When asked why our accounting firm’s service team won the competition for a large tax pledge at a global hotel chain, the CFO’s attorney smiled and said, “RevPAR! Only your team seemed to know RevPar.
For those who don’t know what RevPAR is (and I certainly didn’t know it before our sales campaign launched), it’s Revenue Per Available Room – a metric calculated by multiplying the average daily rate of a room by its occupancy rate. . It’s a number that every individual in the executive suite monitors, and it’s the benchmark by which investors measure the company’s competitive position.
How did we know the RevPAR? Great research! From the moment the CFO told us why we won, I have never doubted that research is just as important to sales success as social awareness, listening skills, presentation skills and polite perseverance. . That’s why my co-author Silvia Coulter and I devote so many pages to the subject in our recently published book, “SAM-LEGAL – Turning Key Clients in Strategic accounts.
The amount of business information available today is staggering, if not overwhelming. Fortunately, most law firms already have access to the primary sources of information necessary for exceptional business research. improving a law firm’s search function rarely requires significant additional expense. Many leading research companies start by cataloging all potential sources of relevant business information; assess what should be retained, increased or removed; then establish a “standard format” for research delivery, recognizing that more specific responses can be developed as individual needs arise.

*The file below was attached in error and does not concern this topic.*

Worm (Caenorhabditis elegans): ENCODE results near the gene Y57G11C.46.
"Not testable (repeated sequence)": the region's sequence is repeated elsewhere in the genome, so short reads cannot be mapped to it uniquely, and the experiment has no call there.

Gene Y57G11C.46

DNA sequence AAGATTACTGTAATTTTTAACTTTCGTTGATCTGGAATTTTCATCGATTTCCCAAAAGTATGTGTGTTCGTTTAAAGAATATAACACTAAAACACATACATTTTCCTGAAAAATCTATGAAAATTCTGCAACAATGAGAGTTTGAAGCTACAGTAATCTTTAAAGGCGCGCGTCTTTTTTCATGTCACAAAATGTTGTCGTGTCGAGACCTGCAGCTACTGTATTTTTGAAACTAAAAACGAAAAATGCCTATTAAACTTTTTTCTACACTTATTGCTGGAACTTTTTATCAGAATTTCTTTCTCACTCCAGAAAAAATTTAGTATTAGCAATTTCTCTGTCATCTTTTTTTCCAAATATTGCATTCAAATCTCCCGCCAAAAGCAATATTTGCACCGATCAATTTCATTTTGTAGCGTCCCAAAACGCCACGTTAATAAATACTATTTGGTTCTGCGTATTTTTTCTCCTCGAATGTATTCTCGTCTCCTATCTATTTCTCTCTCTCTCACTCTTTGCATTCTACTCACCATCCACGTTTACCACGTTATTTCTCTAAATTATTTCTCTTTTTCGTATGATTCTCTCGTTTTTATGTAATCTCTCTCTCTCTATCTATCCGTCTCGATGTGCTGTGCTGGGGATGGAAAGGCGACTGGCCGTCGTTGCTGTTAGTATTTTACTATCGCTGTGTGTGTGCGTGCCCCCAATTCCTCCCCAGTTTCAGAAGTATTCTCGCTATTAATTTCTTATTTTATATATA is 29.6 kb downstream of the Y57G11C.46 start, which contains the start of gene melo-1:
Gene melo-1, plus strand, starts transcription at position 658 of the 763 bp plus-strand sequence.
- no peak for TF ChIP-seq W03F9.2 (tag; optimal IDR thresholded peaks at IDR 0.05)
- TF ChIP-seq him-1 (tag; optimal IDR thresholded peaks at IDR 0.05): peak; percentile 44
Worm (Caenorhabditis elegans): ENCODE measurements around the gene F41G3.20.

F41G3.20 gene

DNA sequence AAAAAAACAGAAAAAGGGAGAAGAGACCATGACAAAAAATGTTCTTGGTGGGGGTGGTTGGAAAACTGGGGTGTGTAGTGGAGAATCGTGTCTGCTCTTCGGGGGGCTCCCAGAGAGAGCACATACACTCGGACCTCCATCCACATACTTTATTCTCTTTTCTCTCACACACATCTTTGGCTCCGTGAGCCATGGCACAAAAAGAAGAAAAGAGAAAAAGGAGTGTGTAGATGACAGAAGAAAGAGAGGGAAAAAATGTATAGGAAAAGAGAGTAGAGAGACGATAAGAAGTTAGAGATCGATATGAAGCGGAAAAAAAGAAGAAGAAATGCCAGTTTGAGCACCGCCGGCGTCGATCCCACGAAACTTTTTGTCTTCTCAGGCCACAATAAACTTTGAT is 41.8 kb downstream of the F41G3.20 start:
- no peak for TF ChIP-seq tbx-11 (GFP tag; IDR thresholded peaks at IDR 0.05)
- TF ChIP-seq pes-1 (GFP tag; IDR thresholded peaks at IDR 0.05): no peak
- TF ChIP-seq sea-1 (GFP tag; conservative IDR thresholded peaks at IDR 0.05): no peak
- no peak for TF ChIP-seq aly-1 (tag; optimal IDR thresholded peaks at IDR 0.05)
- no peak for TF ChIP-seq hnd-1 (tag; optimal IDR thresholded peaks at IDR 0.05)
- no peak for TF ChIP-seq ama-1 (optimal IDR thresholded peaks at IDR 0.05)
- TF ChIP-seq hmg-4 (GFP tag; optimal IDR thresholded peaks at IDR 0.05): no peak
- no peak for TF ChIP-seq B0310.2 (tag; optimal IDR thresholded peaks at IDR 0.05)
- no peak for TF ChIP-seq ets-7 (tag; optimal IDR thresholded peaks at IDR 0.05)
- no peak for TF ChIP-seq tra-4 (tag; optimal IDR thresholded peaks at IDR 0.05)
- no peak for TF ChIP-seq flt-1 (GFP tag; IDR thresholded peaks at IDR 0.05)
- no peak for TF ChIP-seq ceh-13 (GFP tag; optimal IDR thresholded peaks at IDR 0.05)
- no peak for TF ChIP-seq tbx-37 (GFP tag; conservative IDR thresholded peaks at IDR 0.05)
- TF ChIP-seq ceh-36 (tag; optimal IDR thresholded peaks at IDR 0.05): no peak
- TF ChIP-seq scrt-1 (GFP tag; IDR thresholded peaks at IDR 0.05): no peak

While few additional dollars are needed to elevate a sales research program, we believe some investment is required – including identifying an individual or small team to manage the research process and, above all, to synthesize information for ease of use. by the sales and service teams. Having and demonstrating that your sales or service team has this information on hand is one of the best ways to meet one of today’s biggest buyer demands: “Understand the business!”
Customers are busy. The firm’s lawyers are busy. Frankly, the vast amounts of information that can be produced is neither desired nor digestible by the busy attorneys of a sales or service team. That’s why we advocate that a seasoned, business-savvy professional be assigned to “make sense” of all the information that will be generated and connect the dots. Do not provide unfiltered raw data. Do the hard work to make it lawyer-ready and actionable.
“Give me six hours to chop down a tree,” said the world’s most famous rail splitter, Abraham Lincoln, “and I’ll spend the first four sharpening the axe.” This is our recommended rule of thumb for business research. Invest in it from the start. The resulting sales slicing will turn out to be much easier and faster.